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It seems odd to me that no other asteroid around the Earth is even close to the size of the Moon. Anyone have any idea about the size and orbit radius of Earth's "second moon" ?

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  • $\begingroup$ Probably the answer is: ISS. $\endgroup$ – user259412 Sep 12 at 1:05
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    $\begingroup$ I think some of the confusion in the answers is related to "around the Earth". Do you mean near Earth asteroids (which orbit around the Sun but may occarionally pass near the Earth) or do you mean really in orbit around the Earth?" Fyi you may find this asteroid's temporary designation as a mini-moon as it got *temporarily entangled in the Earth-Moon system interesting! Have there been any documented mini-moons since 2006 RH120? $\endgroup$ – uhoh Sep 12 at 3:28
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First of all any body revolving around a planet is known as its satellite, not as an "asteroid". And at this time Earth only has one natural satellite which is the Moon (but there are few theories suggesting that Earth once had two moons but they merged into each other due to gravitational pull between them and formed a single moon).

Asteroids are the masses of rock, gases, minerals etc. which are generally revolving around the star (in our case it's the Sun). Even in our solar system we have an asteroid belt between Mars and Jupiter in which thousands of asteroids are orbiting around our star. But asteroids don't have much mass and are small in size so they are not characterized as planets, though sometimes larger asteroids are known as planetoids.

By the way the largest asteroid yet found is named Ceres. It is about 1/4 of the size of our Moon and it is also orbiting around the Sun like other asteroids.

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There are no other known natural satellites orbiting the earth. Most of the objects orbiting the earth are man-made and largest object other than the Moon orbiting the earth is the International Space Station which orbits the earth at a height of about 400km from the surface and is about 100m wide.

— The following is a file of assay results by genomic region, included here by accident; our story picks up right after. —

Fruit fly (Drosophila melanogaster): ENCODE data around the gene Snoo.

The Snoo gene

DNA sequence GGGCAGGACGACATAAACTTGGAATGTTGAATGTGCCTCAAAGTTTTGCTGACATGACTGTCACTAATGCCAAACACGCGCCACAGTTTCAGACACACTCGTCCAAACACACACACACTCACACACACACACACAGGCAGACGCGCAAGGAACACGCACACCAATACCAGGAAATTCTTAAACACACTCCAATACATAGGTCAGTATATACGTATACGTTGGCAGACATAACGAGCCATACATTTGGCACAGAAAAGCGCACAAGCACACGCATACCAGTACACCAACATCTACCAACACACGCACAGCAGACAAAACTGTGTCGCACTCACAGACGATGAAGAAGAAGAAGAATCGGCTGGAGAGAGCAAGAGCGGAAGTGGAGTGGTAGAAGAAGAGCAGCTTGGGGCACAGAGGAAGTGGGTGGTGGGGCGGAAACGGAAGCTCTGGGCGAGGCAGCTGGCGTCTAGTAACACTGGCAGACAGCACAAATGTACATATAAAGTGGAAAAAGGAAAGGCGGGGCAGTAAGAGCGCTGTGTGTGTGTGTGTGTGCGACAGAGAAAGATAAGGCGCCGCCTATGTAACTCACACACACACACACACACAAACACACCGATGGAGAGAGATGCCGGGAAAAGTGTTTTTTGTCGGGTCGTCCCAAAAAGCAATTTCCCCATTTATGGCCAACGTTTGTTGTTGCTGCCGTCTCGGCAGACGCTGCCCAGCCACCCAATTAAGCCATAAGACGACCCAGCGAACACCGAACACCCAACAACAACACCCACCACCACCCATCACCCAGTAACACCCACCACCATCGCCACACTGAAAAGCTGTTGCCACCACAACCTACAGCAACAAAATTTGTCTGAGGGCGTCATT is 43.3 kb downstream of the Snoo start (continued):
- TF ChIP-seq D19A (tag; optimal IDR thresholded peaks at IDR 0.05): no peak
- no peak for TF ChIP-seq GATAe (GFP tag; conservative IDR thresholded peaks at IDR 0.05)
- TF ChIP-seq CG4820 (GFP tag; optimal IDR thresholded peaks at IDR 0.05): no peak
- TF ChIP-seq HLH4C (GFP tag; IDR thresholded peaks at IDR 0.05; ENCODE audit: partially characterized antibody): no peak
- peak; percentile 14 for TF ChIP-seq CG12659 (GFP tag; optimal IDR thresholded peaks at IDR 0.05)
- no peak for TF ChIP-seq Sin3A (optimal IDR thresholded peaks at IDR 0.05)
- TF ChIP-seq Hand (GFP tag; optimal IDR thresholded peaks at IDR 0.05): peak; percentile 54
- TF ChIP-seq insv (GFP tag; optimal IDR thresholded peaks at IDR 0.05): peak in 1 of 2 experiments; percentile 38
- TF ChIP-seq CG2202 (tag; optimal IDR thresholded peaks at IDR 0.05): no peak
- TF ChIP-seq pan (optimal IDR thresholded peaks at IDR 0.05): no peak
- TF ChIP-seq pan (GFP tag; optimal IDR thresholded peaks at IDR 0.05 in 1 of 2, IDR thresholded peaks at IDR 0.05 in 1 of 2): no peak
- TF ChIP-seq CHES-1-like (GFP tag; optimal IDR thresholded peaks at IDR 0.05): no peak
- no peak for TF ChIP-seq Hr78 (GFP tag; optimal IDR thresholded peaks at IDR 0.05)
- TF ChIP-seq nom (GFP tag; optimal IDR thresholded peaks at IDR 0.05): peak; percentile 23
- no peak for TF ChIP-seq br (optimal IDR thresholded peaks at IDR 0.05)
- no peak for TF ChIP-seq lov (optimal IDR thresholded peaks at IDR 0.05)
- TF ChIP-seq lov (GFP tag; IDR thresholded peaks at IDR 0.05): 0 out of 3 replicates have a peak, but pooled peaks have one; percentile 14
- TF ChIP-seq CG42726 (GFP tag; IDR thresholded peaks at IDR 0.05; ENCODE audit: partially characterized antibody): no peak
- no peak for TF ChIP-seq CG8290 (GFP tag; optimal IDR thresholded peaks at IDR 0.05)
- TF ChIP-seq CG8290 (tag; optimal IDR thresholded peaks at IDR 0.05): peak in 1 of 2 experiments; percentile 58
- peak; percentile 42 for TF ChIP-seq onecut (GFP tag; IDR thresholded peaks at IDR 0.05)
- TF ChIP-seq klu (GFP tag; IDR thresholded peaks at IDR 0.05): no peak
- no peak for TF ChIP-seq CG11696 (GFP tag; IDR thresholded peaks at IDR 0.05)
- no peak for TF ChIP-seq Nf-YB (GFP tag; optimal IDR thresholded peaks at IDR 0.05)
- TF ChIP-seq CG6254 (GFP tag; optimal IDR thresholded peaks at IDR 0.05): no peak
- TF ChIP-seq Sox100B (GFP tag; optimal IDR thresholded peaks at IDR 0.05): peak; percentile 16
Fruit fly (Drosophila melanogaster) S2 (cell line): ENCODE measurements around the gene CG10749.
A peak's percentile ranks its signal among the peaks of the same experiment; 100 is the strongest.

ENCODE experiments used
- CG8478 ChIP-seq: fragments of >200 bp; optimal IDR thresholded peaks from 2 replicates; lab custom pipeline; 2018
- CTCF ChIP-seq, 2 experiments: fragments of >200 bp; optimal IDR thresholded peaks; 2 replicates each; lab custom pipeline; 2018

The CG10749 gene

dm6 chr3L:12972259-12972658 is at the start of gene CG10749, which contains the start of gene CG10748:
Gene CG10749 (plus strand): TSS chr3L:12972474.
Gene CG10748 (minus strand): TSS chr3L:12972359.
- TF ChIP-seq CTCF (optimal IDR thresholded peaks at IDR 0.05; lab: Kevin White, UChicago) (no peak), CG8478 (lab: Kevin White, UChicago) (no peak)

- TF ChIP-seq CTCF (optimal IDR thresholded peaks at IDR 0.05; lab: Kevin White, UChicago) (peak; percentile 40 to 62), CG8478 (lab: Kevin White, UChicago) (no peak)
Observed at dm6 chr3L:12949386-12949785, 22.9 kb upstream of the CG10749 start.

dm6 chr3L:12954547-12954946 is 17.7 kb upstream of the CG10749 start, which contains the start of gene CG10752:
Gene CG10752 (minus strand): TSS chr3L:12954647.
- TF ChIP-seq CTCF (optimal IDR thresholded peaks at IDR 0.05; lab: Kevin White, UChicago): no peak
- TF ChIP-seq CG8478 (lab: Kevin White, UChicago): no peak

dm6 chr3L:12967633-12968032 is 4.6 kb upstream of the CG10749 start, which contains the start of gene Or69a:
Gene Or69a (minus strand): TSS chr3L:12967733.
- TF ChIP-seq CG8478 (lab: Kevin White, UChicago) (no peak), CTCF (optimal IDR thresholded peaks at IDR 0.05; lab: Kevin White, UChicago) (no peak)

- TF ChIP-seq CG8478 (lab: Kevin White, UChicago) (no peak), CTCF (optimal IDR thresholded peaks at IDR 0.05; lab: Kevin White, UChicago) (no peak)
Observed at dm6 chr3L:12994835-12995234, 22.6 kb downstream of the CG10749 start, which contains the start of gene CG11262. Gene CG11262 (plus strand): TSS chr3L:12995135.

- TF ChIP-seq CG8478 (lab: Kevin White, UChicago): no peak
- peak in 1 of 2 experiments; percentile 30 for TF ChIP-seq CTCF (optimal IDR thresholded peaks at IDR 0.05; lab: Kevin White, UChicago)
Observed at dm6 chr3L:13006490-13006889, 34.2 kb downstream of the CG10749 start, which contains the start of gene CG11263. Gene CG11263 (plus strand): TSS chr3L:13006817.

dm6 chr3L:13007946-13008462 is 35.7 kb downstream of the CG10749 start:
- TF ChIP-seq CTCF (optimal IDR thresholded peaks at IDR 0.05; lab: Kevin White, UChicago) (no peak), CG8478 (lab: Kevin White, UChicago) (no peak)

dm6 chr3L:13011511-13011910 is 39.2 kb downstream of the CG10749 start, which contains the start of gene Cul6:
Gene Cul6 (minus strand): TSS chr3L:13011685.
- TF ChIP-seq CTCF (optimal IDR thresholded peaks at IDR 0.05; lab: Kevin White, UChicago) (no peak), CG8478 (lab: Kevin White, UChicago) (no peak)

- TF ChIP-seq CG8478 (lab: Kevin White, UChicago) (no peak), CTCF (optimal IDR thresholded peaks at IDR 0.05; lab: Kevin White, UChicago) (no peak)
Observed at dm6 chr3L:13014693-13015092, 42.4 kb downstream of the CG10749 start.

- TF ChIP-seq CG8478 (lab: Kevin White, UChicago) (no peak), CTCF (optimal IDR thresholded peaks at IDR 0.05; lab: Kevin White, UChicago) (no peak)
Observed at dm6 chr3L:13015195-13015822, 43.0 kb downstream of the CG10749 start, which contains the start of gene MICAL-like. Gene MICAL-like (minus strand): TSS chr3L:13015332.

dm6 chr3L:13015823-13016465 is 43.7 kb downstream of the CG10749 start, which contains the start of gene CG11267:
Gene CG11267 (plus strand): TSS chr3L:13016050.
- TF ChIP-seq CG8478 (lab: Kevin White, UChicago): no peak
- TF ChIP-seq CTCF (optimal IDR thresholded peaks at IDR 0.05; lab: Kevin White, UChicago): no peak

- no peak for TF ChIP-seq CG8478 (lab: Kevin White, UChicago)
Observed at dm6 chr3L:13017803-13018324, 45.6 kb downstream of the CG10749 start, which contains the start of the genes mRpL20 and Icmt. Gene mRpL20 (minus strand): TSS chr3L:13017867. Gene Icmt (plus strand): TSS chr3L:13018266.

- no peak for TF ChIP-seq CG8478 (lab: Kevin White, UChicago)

It may be odd to you that there are no other natural satellites orbiting the Earth. We are not sure but it maybe that the probability of an object ending up in a stable orbit around the Earth is not that high. There are roughly 3 different categories of natural satellites - Large moons in roughly circular orbit like the Moon, small rocks in low orbits formed as a result of collision and nearby asteroids that a planet catches in its gravitational well.

It maybe that there are Earth is not massive enough to capture fast moving asteroids in orbit. Or the Moon which is quite large relative to the earth destabilizes a satellite's orbit around the Earth and there are not many stable orbits that a random natural object can get itself in.

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Temporary's have come and gone.

https://en.wikipedia.org/wiki/Claimed_moons_of_Earth#Temporary_satellites

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  • $\begingroup$ This is way too brief an an answer. Please edit your post to provide a brief explanation of what the linked page says. We expect answers on Stack Exchange to give sufficient detail to be understandable without needing to follow a link to another site. For further guidance, see How to Answer and take the Tour. :-) $\endgroup$ – Reinstate Monica Sep 18 at 10:25
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To the best of my knowledge there are no natural satellites of Earth other than the moon. If you know of one, it has only just been discovered, in which case it should feature on the TV news tonight, but I think more likely you are confused by something you've read in science fiction. Any newly discovered second moon would have to be very small, very far away and have a low albedo to have escaped detection for all these years.

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  • $\begingroup$ I can see that no natural satellites compare to the size of the moon. The question is what's the size of the largest asteroid other than the moon. And how does it compare to the moon. And no. I am not talking about any natural satellite that was recently discovered. $\endgroup$ – Bragadeesh Sep 11 at 16:26
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    $\begingroup$ The moon is not an asteroid, $\endgroup$ – Michael Walsby Sep 11 at 16:54
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    $\begingroup$ @Bragadeesh Are you talking about 3753 Cruithne? It's not exactly a satellite of Earth, it's a co-orbital object. That Wikipedia page links to various other quasi-satellites of Earth. $\endgroup$ – PM 2Ring Sep 11 at 16:57

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